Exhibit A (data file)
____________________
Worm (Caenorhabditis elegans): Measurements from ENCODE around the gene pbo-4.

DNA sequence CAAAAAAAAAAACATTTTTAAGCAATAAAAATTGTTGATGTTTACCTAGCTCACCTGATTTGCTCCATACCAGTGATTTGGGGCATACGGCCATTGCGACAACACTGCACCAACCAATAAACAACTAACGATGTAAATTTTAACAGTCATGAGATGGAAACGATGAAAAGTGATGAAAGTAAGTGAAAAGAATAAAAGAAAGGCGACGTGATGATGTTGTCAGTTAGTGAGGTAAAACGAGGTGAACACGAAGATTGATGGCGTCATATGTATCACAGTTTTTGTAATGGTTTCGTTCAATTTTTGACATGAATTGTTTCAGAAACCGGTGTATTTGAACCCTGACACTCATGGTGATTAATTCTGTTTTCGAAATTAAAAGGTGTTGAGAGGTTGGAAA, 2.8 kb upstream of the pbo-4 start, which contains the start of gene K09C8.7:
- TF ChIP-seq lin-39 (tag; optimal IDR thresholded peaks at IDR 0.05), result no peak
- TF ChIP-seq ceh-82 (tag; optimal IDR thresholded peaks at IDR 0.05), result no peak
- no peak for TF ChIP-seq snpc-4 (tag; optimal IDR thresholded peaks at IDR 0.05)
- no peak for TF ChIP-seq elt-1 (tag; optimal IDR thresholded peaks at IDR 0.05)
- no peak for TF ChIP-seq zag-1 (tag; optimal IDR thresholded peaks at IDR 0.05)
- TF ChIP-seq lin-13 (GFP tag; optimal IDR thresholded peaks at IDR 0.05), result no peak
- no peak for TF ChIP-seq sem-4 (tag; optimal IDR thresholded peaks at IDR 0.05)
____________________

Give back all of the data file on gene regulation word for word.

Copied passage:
Worm (Caenorhabditis elegans): Measurements from ENCODE around the gene pbo-4.

DNA sequence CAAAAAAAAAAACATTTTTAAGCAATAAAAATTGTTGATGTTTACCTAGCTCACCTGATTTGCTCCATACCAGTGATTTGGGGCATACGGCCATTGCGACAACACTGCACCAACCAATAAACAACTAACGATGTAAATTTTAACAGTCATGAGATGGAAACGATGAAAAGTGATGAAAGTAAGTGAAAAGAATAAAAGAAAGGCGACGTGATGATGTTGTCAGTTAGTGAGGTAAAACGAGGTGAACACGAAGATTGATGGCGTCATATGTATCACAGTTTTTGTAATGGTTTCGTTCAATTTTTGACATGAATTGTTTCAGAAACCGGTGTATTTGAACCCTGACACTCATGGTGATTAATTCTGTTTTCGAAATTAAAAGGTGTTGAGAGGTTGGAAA, 2.8 kb upstream of the pbo-4 start, which contains the start of gene K09C8.7:
- TF ChIP-seq lin-39 (tag; optimal IDR thresholded peaks at IDR 0.05), result no peak
- TF ChIP-seq ceh-82 (tag; optimal IDR thresholded peaks at IDR 0.05), result no peak
- no peak for TF ChIP-seq snpc-4 (tag; optimal IDR thresholded peaks at IDR 0.05)
- no peak for TF ChIP-seq elt-1 (tag; optimal IDR thresholded peaks at IDR 0.05)
- no peak for TF ChIP-seq zag-1 (tag; optimal IDR thresholded peaks at IDR 0.05)
- TF ChIP-seq lin-13 (GFP tag; optimal IDR thresholded peaks at IDR 0.05), result no peak
- no peak for TF ChIP-seq sem-4 (tag; optimal IDR thresholded peaks at IDR 0.05)